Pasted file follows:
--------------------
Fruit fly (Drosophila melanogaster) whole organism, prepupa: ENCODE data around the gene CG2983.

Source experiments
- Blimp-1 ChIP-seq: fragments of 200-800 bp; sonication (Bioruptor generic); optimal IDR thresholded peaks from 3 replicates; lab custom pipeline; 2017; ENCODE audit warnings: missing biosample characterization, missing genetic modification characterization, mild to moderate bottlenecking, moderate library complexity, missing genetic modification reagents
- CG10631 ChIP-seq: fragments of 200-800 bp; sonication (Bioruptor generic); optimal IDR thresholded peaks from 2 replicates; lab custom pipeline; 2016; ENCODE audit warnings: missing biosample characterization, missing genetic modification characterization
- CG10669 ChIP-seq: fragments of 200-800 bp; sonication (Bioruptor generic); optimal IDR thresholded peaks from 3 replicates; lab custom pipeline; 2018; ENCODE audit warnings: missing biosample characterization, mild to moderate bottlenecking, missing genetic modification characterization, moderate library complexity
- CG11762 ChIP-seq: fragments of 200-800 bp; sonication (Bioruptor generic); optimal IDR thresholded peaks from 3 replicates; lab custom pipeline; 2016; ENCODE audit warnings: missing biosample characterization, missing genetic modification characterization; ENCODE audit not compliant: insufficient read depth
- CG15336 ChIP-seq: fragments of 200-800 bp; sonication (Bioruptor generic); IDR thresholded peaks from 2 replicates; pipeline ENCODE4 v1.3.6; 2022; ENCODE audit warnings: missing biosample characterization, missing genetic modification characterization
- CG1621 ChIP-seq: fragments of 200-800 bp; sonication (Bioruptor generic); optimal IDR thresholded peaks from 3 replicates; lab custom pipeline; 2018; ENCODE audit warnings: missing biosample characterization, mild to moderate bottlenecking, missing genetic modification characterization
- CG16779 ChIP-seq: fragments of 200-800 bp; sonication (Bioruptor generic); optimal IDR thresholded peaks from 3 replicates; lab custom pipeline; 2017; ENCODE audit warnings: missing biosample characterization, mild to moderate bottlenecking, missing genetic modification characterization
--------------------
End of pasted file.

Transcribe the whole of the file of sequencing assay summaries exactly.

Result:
Fruit fly (Drosophila melanogaster) whole organism, prepupa: ENCODE data around the gene CG2983.

Source experiments
- Blimp-1 ChIP-seq: fragments of 200-800 bp; sonication (Bioruptor generic); optimal IDR thresholded peaks from 3 replicates; lab custom pipeline; 2017; ENCODE audit warnings: missing biosample characterization, missing genetic modification characterization, mild to moderate bottlenecking, moderate library complexity, missing genetic modification reagents
- CG10631 ChIP-seq: fragments of 200-800 bp; sonication (Bioruptor generic); optimal IDR thresholded peaks from 2 replicates; lab custom pipeline; 2016; ENCODE audit warnings: missing biosample characterization, missing genetic modification characterization
- CG10669 ChIP-seq: fragments of 200-800 bp; sonication (Bioruptor generic); optimal IDR thresholded peaks from 3 replicates; lab custom pipeline; 2018; ENCODE audit warnings: missing biosample characterization, mild to moderate bottlenecking, missing genetic modification characterization, moderate library complexity
- CG11762 ChIP-seq: fragments of 200-800 bp; sonication (Bioruptor generic); optimal IDR thresholded peaks from 3 replicates; lab custom pipeline; 2016; ENCODE audit warnings: missing biosample characterization, missing genetic modification characterization; ENCODE audit not compliant: insufficient read depth
- CG15336 ChIP-seq: fragments of 200-800 bp; sonication (Bioruptor generic); IDR thresholded peaks from 2 replicates; pipeline ENCODE4 v1.3.6; 2022; ENCODE audit warnings: missing biosample characterization, missing genetic modification characterization
- CG1621 ChIP-seq: fragments of 200-800 bp; sonication (Bioruptor generic); optimal IDR thresholded peaks from 3 replicates; lab custom pipeline; 2018; ENCODE audit warnings: missing biosample characterization, mild to moderate bottlenecking, missing genetic modification characterization
- CG16779 ChIP-seq: fragments of 200-800 bp; sonication (Bioruptor generic); optimal IDR thresholded peaks from 3 replicates; lab custom pipeline; 2017; ENCODE audit warnings: missing biosample characterization, mild to moderate bottlenecking, missing genetic modification characterization